Luciferase reporter assay

nTera2/d1 cells were maintained in DMEM containing 10% FCS. The culture media were supplemented with 5 mM glutamine and antibiotics/antimycotics. Cells were incubated at 5% CO2 in a humidified incubator at 37°C. NTera2/d1 cells were seeded in a 96-well plate and transfected using IBAfect and MA-enhancer (IBA Biosciences, GmbH) using the suppliers protocol. Luciferase was measured on a Packard TOPCOUNT Microplate Scintillation Counter (Packard). The experiments were performed two times in triplicate. Values were normalised with TAL-luc [11].

Statistical testing

Each value with a standard deviation is the average of at least two independent experiments performed in triplicate. Statistical tests were performed using two-tailed t-test. All bars in graphs depict mean values with error bars depicting standard deviations. Statistical χ2-test was performed for Fig. 5A.

Acknowledgments

We thank Dr. Paula van Tijn for helpful discussions.

Author Contributions

Conceived and designed the experiments: MSdS JMT DZ MP. Performed the experiments: MSdS JMT JP AB SHD. Analyzed the data: MSdS JMT VR DZ MP. Contributed reagents/materials/analysis tools: DG. Wrote the paper: MSdS JMT DG MP.

References

  1. 1. Gao M, Karin M (2005) Regulating the regulators: control of protein ubiquitination and ubiquitin-like modifications by extracellular stimuli. Mol Cell 19: 581–931.
  2. 2. Kile BT, Schulman BA, Alexander WS, Nicola NA, Martin HM, et al. (2002) The SOCS box: a tale of destruction and degradation. Trends Biochem Sci 27: 235–241.
  3. 3. Deshaies RJ, Joazeiro CA (2009) RING domain E3 ubiquitin ligases. Annu Rev Biochem 78: 399–434.
  4. 4. Piessevaux J, Lavens D, Peelman F, Tavernier J (2008) The many faces of the SOCS box. Cytokine Growth Factor Rev 19: 371–81.
  5. 5. Kamura T, Maenaka K, Kotoshiba S, Matsumoto M, Kohda D, et al. (2004) VHL-box and SOCS-box domains determine binding specificity for Cul2-Rbx1 and Cul5-Rbx2 modules of ubiquitin ligases. Genes Dev 18: 3055–3065.
  6. 6. Kohroki J, Nishiyama T, Nakamura T, Masuho Y (2005) ASB proteins interact with Cullin5 and Rbx2 to form E3 ubiquitin ligase complexes. FEBS Lett 579: 6796–6802.
  7. 7. Krebs DL, Hilton DJ (2000) SOCS: physiological suppressors of cytokine signaling. J Cell Sci 113: 2813–2819.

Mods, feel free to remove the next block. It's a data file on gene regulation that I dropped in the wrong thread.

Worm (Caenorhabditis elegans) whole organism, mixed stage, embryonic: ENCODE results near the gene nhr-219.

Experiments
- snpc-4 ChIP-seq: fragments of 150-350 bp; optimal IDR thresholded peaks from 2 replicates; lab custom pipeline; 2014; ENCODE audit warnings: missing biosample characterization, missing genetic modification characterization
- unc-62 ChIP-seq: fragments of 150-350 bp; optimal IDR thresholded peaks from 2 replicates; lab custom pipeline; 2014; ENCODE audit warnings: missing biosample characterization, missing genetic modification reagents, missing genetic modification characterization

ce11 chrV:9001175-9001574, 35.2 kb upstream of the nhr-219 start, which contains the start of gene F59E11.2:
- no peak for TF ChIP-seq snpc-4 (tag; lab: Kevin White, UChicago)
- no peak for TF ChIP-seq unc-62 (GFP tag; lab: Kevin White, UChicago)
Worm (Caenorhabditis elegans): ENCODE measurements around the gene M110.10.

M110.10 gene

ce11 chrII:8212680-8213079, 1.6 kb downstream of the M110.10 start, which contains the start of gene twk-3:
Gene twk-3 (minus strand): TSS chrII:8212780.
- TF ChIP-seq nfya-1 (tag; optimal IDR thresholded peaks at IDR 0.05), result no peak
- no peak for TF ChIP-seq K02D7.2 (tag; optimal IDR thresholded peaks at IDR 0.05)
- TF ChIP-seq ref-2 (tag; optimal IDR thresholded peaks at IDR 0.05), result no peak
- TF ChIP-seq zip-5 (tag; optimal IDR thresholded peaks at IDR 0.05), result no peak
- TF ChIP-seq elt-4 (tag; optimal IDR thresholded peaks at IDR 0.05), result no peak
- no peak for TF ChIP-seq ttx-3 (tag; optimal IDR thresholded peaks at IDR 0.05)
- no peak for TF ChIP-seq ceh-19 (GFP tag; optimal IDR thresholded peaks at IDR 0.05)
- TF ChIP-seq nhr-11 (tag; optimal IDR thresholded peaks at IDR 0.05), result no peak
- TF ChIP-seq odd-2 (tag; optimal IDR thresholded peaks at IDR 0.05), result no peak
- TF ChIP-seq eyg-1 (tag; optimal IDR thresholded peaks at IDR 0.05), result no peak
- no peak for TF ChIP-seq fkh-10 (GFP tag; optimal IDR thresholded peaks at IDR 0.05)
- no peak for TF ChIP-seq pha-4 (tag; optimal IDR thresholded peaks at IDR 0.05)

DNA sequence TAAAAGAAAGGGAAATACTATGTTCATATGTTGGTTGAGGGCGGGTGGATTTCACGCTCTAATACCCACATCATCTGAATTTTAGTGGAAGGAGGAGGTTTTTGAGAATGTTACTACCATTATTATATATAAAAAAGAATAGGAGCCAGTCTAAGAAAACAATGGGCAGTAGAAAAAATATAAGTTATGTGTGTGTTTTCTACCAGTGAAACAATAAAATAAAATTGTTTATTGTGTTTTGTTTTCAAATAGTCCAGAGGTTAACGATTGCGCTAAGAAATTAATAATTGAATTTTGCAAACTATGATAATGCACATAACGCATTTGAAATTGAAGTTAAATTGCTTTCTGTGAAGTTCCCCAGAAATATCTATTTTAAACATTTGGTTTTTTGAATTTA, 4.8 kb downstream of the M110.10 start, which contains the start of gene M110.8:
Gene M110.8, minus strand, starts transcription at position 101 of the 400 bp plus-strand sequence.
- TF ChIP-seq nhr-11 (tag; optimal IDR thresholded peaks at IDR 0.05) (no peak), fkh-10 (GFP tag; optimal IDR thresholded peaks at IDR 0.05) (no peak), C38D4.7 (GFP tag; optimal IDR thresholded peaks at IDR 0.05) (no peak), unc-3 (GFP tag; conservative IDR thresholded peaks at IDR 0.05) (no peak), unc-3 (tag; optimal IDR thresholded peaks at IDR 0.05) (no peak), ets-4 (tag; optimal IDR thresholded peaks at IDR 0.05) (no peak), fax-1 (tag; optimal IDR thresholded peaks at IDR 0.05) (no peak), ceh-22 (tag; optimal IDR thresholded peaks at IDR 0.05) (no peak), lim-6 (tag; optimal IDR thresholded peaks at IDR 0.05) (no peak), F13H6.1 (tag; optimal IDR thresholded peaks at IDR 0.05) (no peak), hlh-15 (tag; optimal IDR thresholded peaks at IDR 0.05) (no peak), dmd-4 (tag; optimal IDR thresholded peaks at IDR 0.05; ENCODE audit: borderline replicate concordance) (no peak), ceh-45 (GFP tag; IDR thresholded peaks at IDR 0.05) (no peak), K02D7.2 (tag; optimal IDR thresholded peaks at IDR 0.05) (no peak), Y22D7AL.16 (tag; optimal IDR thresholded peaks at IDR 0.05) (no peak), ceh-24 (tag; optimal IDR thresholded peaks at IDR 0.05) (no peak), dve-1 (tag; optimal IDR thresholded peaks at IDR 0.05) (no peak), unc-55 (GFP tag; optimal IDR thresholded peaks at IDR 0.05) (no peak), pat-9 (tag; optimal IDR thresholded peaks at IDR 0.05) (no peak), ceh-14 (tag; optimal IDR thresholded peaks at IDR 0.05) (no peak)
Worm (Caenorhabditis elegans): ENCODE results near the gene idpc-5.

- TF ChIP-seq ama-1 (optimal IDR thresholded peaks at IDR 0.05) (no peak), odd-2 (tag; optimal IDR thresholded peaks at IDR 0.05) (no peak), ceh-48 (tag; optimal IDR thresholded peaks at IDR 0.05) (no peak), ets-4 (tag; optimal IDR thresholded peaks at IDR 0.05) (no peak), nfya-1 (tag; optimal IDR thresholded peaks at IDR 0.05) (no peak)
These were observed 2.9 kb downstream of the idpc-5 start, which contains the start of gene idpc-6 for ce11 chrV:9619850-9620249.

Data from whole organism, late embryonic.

8. 8. Mahrour N, Redwine WB, Florens L, Swanson SK, Martin-Brown S, et al. (2008) Characterization of Cullin-box sequences that direct recruitment of Cul2-Rbx1 and Cul5-Rbx2 modules to Elongin BC-based ubiquitin ligases. J Biol Chem 283: 8005–8013.
  9. 9. Hilton DJ, Richardson RT, Alexander WS, Viney EM, Willson TA, et al. (1998) Twenty proteins containing a C-terminal SOCS box form five structural classes. Proc Natl Acad Sci U S A 95: 114–119.
  10. 10. Diks SH, Bink RJ, van de Water S, Joore J, van Rooijen C, et al. (2006) The novel gene asb11: a regulator of the size of the neural progenitor compartment. J Cell Biol 174: 581–592.
  11. 11. Diks SH, Sartori da Silva MA, Hillebrands JL, Bink RJ, Versteeg HH, et al. (2008) d-Asb11 is an essential mediator of canonical Delta-Notch signalling. Nat Cell Biol 10: 1190–1198.
  12. 12. Boengler K, Pipp F, Fernandez B, Richter A, Schaper W, et al. (2003) The ankyrin repeat containing SOCS box protein 5: a novel protein associated with arteriogenesis. Biochem Biophys Res Commun 302: 17–22.
  13. 13. Ferguson JE 3rd, Wu Y, Smith K, Charles P, Powers K, et al. (2007) ASB4 is a hydroxylation substrate of FIH and promotes vascular differentiation via an oxygen-dependent mechanism. Mol Cell Biol 27: 6407–6419.
  14. 14. Kile BT, Metcalf D, Mifsud S, DiRago L, Nicola NA, et al. (2001) Functional analysis of Asb-1 using genetic modification in mice. Mol Cell Biol 21: 6189–6197.
  15. 15. Kim KS, Kim MS, Kim SK, Baek KH (2004) Murine Asb-17 expression during mouse testis development and spermatogenesis. Zygote 12(2): 151–15.
  16. 16. McDaneld TG, Hannon K, Moody DE (2006) Ankyrin repeat and SOCS box protein 15 regulates protein synthesis in skeletal muscle. Am J Physiol Regul Integr Comp Physiol 290: R1672–1682.
  17. 17. McDaneld TG, Spurlock DM (2008) Ankyrin repeat and suppressor of cytokine signaling (SOCS) box-containing protein (ASB) 15 alters differentiation of mouse C2C12 myoblasts and phosphorylation of mitogen-activated protein kinase and Akt. J Anim Sci 86: 2897–290.
  18. 18. Wienholds E, van Eeden F, Kosters M, Mudde J, Plasterk RH, et al. (2003) Efficient target-selected mutagenesis in zebrafish. Genome Res 13: 2700–2707.
  19. 19. Kimmel CB, Ballard WW, Kimmel SR, Ullmann B, Schilling TF (1995) Stages of embryonic development of the zebrafish. Dev Dyn 203(3): 253–310.
  20. 20. Pleasure SJ, Lee VM (1993) NTera 2 cells: a human cell line which displays characteristics expected of a human committed neuronal progenitor cell. J Neurosci Res 35: 585–602.
  21. 21. Katoh M, Katoh M (2007) Integrative genomic analyses on HES/HEY family: Notch-independent HES1, HES3 transcription in undifferentiated ES cells, and Notch-dependent HES1, HES5, HEY1, HEY2, HEYL transcription in fetal tissues, adult tissues, or cancer. Int J Oncol 31(2): 461–6.